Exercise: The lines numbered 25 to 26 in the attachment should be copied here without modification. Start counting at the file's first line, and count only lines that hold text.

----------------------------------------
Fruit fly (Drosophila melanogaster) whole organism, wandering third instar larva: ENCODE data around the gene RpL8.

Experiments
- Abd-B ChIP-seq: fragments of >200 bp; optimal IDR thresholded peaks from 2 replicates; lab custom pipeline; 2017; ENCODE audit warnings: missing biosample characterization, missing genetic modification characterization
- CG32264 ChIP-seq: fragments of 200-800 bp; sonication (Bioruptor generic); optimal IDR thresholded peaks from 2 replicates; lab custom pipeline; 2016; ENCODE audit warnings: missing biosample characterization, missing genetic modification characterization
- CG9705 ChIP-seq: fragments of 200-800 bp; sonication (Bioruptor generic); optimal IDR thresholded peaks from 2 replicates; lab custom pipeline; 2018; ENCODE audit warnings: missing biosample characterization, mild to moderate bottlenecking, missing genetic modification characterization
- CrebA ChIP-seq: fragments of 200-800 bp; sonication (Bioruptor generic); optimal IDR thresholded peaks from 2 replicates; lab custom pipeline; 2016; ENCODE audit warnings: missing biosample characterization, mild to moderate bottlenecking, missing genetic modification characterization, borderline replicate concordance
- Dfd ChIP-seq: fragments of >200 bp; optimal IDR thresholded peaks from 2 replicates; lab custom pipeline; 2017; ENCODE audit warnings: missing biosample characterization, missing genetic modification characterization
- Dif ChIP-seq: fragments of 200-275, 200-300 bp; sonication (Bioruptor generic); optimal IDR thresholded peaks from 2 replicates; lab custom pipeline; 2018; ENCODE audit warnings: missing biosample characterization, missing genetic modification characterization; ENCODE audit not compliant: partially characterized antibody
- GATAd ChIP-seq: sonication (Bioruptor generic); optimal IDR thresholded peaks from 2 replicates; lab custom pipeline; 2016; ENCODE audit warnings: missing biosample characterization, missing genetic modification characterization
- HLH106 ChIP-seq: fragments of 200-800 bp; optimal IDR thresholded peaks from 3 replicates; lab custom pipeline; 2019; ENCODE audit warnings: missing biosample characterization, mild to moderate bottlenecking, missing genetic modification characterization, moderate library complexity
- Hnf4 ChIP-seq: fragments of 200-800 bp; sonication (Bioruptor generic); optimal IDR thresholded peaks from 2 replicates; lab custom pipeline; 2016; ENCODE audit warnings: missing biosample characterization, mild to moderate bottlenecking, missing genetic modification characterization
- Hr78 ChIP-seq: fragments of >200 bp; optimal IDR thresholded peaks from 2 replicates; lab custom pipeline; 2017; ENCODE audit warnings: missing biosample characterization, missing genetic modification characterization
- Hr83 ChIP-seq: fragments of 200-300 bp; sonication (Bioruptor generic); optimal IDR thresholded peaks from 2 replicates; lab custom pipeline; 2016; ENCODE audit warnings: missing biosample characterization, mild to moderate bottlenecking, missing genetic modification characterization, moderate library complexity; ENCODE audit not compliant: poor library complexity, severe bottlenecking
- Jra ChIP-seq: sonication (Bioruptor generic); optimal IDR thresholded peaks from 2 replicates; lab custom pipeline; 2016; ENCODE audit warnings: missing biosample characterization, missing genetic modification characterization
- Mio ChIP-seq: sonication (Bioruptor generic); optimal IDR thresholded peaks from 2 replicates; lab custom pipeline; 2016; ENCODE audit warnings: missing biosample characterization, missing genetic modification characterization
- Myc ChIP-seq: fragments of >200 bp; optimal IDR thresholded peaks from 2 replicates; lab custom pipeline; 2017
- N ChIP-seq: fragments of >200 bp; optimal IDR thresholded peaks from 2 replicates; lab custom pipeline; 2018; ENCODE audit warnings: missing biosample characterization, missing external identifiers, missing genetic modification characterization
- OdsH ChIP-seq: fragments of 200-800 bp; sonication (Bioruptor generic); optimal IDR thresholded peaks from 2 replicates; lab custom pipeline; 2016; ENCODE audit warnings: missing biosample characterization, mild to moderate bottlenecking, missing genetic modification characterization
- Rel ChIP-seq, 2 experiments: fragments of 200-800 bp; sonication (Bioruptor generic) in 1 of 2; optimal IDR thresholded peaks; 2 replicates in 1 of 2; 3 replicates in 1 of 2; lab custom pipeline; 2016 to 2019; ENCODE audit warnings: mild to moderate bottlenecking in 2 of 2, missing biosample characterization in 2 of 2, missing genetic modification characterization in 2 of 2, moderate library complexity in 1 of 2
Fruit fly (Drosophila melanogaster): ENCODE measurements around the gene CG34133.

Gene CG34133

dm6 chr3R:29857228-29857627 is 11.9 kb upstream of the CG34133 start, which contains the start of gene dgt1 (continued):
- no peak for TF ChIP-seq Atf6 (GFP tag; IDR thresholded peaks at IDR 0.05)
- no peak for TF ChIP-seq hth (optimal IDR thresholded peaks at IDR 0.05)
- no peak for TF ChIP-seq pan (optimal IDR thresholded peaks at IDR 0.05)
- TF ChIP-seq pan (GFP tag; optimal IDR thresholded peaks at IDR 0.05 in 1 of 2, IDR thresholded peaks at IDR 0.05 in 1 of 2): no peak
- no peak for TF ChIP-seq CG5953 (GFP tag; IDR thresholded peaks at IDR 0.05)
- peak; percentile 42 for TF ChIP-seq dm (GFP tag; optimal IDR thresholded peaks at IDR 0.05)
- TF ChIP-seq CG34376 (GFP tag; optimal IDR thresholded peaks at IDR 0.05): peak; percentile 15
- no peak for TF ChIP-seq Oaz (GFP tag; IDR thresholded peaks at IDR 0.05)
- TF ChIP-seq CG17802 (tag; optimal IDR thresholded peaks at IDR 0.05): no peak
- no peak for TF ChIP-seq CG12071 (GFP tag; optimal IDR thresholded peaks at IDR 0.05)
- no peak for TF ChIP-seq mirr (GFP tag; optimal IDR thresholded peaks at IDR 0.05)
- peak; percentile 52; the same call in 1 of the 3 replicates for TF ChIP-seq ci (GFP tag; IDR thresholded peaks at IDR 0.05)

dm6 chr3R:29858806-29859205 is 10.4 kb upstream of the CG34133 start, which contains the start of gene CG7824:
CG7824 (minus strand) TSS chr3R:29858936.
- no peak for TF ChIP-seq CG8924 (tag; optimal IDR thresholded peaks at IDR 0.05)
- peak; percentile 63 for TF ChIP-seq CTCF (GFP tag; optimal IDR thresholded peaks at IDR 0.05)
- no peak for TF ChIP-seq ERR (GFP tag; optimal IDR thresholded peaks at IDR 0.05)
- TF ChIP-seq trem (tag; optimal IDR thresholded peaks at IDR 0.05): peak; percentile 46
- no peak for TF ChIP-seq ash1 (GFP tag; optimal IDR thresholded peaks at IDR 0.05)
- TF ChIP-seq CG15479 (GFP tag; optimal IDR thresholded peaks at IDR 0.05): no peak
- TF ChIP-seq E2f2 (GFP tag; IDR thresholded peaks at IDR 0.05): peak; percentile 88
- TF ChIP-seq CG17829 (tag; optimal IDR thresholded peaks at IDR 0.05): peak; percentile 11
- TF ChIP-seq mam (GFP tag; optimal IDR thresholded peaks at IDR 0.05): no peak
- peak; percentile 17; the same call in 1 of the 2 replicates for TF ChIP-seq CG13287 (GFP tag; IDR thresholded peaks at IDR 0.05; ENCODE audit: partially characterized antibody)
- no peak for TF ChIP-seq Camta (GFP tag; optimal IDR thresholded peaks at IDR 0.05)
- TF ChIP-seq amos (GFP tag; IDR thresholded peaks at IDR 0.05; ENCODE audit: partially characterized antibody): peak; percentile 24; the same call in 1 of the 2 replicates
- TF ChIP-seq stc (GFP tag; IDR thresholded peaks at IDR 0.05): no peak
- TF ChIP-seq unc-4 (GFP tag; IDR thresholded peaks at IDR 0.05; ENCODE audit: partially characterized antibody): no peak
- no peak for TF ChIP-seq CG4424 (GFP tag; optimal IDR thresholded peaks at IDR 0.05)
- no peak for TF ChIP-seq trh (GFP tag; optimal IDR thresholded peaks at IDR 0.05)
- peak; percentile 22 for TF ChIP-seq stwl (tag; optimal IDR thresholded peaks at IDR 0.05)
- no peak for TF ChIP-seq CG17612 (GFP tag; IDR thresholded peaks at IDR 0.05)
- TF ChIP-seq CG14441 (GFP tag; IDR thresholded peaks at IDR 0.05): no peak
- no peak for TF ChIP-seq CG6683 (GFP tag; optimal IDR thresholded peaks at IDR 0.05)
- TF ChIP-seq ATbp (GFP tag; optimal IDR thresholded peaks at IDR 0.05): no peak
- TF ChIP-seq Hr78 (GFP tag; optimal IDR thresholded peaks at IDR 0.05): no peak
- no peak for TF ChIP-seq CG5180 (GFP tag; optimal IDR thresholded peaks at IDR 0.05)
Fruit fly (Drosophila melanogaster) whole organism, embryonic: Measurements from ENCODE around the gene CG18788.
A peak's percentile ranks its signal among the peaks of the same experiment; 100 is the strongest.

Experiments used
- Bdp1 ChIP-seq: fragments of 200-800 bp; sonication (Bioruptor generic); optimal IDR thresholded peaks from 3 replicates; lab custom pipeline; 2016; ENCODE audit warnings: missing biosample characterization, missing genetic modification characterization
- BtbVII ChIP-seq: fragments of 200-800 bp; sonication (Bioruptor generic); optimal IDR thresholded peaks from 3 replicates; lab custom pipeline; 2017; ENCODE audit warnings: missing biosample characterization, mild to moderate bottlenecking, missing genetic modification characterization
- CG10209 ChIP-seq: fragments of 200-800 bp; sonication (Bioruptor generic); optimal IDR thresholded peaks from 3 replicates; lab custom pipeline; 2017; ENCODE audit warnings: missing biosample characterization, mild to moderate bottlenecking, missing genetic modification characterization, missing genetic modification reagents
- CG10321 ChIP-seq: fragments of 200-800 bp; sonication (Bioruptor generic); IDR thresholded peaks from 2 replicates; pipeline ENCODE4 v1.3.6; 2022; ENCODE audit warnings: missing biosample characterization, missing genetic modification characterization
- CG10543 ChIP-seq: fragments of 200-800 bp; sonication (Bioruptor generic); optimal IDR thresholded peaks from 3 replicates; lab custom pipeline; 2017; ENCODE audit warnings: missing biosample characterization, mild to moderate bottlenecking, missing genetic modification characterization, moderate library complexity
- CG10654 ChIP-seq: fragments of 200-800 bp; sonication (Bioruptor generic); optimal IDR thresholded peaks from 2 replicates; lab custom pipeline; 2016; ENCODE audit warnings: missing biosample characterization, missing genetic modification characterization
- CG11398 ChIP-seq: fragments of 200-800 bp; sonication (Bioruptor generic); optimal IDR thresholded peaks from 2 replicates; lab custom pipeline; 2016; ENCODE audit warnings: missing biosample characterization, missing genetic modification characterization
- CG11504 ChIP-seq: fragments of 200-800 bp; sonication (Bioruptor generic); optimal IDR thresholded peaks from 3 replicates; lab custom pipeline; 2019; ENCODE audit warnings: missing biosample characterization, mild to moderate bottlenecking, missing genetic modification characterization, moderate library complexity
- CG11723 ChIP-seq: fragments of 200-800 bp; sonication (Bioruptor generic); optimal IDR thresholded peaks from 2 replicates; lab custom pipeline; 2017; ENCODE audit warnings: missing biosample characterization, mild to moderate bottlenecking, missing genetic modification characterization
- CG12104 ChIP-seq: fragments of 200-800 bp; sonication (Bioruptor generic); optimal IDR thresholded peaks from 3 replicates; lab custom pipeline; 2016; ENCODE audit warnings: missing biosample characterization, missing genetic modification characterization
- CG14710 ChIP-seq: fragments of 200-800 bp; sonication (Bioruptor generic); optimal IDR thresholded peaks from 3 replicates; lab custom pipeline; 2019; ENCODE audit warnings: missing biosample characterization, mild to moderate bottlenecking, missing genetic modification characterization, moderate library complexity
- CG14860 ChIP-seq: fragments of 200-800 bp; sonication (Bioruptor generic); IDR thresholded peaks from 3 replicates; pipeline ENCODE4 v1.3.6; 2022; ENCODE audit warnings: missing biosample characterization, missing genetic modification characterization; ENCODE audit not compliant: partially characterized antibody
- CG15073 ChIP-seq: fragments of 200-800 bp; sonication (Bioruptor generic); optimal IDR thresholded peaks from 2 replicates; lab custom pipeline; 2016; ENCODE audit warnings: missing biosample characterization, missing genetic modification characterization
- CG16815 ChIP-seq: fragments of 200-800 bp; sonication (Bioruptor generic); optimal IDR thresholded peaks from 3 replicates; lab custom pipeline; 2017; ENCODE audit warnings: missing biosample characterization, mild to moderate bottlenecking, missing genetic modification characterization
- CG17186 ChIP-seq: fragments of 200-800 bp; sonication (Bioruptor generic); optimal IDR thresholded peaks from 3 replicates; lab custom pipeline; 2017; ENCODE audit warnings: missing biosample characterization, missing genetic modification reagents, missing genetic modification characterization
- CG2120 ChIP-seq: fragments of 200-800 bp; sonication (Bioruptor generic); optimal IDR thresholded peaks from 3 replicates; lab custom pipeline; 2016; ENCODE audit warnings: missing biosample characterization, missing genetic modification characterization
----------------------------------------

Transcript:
- no peak for TF ChIP-seq pan (optimal IDR thresholded peaks at IDR 0.05)
- TF ChIP-seq pan (GFP tag; optimal IDR thresholded peaks at IDR 0.05 in 1 of 2, IDR thresholded peaks at IDR 0.05 in 1 of 2): no peak